Grosvenor Square Jan. 22. 1786
Yesterday I was honoured with your Letters of the 4. and 10. Decr. — — — The Act of Congress respecting the British Consul General, is wise, and well guarded: Nevertheless I think that We Should not be So inattentive to Ettiquette, as to omit a Proposition for sending a Minister Plenipotentiary. We give up, a Point, by receiving a Consul in return for a Minister, which, although it may appear of little Consequence in America, is really of Some Weight among our own People, and of much more in Europe. Republicks, have in all Ages been quite as attentive to the respect due to their Ambassadors as crowned Heads. Holland, Venice and Genoa, are at this day more Studious of this, than any Kings in Europe, whose Dominions are not larger.
The last publick Entry and Audience of Ambassadors in this Country was insisted on by the Republick of Genoa at the Accession of his present Majesty: and I conjecture that the true Reason why We have no Answer from Venice and Genoa is that they think Ettiquette required that We should have Sent Ministers to them or at least that Congress should have written a Letter to them, announcing their Independence and desire to live in Amity.
I See with Pleasure that the States are advancing towards Unanimity, in Commercial Regulations. They may depend upon it they have no other Resource. They will be obliged to come into it, and the sooner the better. The Stocks are mounted up, and Mr Pitt is about adopting a Plan of Dr Price, for a sinking Fund. This will prove an Illusion, but its Brillancy will dazzle this People.
Your Picture of the Prosperity of our Country, its Agriculture and
Fisheries is a charming one. The Acts of Mass. for encouraging the Whale Trade, and the
alterations of their navigation Act, I hope will have good Effects. inclosed
< a> Letters from the Marquis De la Fayette  which I
pray you to send to some Friend in Boston as I have not time to copy < it.>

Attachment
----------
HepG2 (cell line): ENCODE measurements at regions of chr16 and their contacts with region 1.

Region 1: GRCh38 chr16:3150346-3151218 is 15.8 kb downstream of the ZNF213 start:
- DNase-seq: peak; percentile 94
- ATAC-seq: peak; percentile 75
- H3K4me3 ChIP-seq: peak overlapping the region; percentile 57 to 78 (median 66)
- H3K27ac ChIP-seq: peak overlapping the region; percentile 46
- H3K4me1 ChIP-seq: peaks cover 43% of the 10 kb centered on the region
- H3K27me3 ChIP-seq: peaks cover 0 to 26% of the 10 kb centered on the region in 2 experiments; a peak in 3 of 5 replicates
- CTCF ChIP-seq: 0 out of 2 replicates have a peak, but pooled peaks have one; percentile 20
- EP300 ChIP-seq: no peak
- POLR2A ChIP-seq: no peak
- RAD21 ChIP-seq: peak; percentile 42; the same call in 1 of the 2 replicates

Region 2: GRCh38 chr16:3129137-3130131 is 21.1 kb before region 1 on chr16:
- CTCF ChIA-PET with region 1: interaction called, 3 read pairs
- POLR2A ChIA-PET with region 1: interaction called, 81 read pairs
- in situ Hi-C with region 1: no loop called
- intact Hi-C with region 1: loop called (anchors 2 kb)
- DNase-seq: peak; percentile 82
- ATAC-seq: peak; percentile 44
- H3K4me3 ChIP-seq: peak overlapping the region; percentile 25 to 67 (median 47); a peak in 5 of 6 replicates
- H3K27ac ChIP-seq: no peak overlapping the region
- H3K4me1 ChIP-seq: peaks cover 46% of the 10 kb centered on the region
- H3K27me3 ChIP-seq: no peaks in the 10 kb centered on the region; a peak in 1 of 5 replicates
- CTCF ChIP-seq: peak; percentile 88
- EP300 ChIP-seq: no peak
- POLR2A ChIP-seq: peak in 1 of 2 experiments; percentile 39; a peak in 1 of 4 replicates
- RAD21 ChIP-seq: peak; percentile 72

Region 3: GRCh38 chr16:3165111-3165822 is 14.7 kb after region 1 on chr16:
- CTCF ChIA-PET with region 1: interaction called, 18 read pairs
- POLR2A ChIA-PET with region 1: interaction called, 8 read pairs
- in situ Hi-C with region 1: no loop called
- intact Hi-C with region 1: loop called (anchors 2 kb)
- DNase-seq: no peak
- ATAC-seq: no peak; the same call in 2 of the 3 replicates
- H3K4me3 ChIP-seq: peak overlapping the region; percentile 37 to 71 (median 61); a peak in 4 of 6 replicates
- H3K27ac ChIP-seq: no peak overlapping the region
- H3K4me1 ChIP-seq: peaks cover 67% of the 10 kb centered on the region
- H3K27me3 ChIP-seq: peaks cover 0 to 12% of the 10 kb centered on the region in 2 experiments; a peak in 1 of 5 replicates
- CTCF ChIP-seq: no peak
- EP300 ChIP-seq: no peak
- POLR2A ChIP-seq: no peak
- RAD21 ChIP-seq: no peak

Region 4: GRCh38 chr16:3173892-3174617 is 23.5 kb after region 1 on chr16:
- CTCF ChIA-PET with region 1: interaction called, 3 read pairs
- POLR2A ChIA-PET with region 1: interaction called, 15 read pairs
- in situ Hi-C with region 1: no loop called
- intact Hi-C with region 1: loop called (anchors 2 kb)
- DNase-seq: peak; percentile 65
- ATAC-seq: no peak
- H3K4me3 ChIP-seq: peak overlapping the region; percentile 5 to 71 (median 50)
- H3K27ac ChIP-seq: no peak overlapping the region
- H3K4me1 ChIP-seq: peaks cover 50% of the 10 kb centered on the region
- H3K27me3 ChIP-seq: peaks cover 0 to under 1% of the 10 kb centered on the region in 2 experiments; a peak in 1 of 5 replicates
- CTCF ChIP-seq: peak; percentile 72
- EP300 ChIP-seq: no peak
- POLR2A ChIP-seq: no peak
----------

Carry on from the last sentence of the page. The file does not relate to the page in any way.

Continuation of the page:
—Surely We need not want a Markett for Oil.
Will you please to present my affectunate Respects to Mr Hancock and your other Colleagues. I am extreamly Sorry that the senate of Massachusetts had less Magnanimity than the House. What Reasons they could have against the Return of the Refugees I cannot comprehend.— —at home they would be impotent, abroad they are mischievous. The News of the Vote of the House had apparently an happy Effect here. In the Vindication of the Principles of Right, and of great Interests We should be as decided as Fate: but angry Passions and especially personal Resentments We should Sacrifice like Men. great Questions should never be perplexed with unnecessary little ones.—a generous sailor would never puzzle himself to save a Keg of Rum, when he ought to exert himself to save the ship, altho a Hingham farmer is reported to have once done it—
Mr Pitt intends to pay the Tories their Losses and dismiss them. They will then be obliged to go to Canada or Nova scotia, unless they can return to the states, which many of them desire. Why We should continue them Spightful and troublesome, when they might be made quiet and harmless I dont know.
I have not received from Mr Jay, the Commission you or Mr Gerry mentioned, as Consul General. I wish that Congress had been pleased rather to have appointed Coll Smith.—However When my Authority arrives I shall do the best I can.—I promise myself much from your future Correspondence, as I have recd much Pleasure & Information from the past. With great / Esteem, yours